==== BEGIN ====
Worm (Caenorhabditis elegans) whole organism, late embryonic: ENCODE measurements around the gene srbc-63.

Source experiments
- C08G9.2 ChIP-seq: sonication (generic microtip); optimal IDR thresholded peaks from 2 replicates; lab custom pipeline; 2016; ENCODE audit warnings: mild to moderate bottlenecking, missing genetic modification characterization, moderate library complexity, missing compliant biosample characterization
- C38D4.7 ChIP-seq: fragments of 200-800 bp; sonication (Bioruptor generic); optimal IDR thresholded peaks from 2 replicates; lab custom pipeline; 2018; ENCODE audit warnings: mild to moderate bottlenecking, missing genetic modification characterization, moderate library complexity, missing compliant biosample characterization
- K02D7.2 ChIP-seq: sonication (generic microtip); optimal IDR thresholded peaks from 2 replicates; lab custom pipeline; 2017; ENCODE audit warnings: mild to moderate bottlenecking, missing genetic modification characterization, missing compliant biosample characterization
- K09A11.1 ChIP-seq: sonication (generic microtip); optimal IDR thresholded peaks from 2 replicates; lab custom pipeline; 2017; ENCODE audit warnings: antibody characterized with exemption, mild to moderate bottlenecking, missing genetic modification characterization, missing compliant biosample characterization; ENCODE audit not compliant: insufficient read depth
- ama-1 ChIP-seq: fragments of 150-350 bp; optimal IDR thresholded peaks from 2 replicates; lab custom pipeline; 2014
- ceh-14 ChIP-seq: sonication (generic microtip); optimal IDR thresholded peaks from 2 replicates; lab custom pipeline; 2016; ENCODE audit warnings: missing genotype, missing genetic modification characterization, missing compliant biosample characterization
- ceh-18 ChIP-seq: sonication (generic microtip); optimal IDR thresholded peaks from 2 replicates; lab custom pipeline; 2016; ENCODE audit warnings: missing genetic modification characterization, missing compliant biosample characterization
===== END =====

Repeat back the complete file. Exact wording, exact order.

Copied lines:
Worm (Caenorhabditis elegans) whole organism, late embryonic: ENCODE measurements around the gene srbc-63.

Source experiments
- C08G9.2 ChIP-seq: sonication (generic microtip); optimal IDR thresholded peaks from 2 replicates; lab custom pipeline; 2016; ENCODE audit warnings: mild to moderate bottlenecking, missing genetic modification characterization, moderate library complexity, missing compliant biosample characterization
- C38D4.7 ChIP-seq: fragments of 200-800 bp; sonication (Bioruptor generic); optimal IDR thresholded peaks from 2 replicates; lab custom pipeline; 2018; ENCODE audit warnings: mild to moderate bottlenecking, missing genetic modification characterization, moderate library complexity, missing compliant biosample characterization
- K02D7.2 ChIP-seq: sonication (generic microtip); optimal IDR thresholded peaks from 2 replicates; lab custom pipeline; 2017; ENCODE audit warnings: mild to moderate bottlenecking, missing genetic modification characterization, missing compliant biosample characterization
- K09A11.1 ChIP-seq: sonication (generic microtip); optimal IDR thresholded peaks from 2 replicates; lab custom pipeline; 2017; ENCODE audit warnings: antibody characterized with exemption, mild to moderate bottlenecking, missing genetic modification characterization, missing compliant biosample characterization; ENCODE audit not compliant: insufficient read depth
- ama-1 ChIP-seq: fragments of 150-350 bp; optimal IDR thresholded peaks from 2 replicates; lab custom pipeline; 2014
- ceh-14 ChIP-seq: sonication (generic microtip); optimal IDR thresholded peaks from 2 replicates; lab custom pipeline; 2016; ENCODE audit warnings: missing genotype, missing genetic modification characterization, missing compliant biosample characterization
- ceh-18 ChIP-seq: sonication (generic microtip); optimal IDR thresholded peaks from 2 replicates; lab custom pipeline; 2016; ENCODE audit warnings: missing genetic modification characterization, missing compliant biosample characterization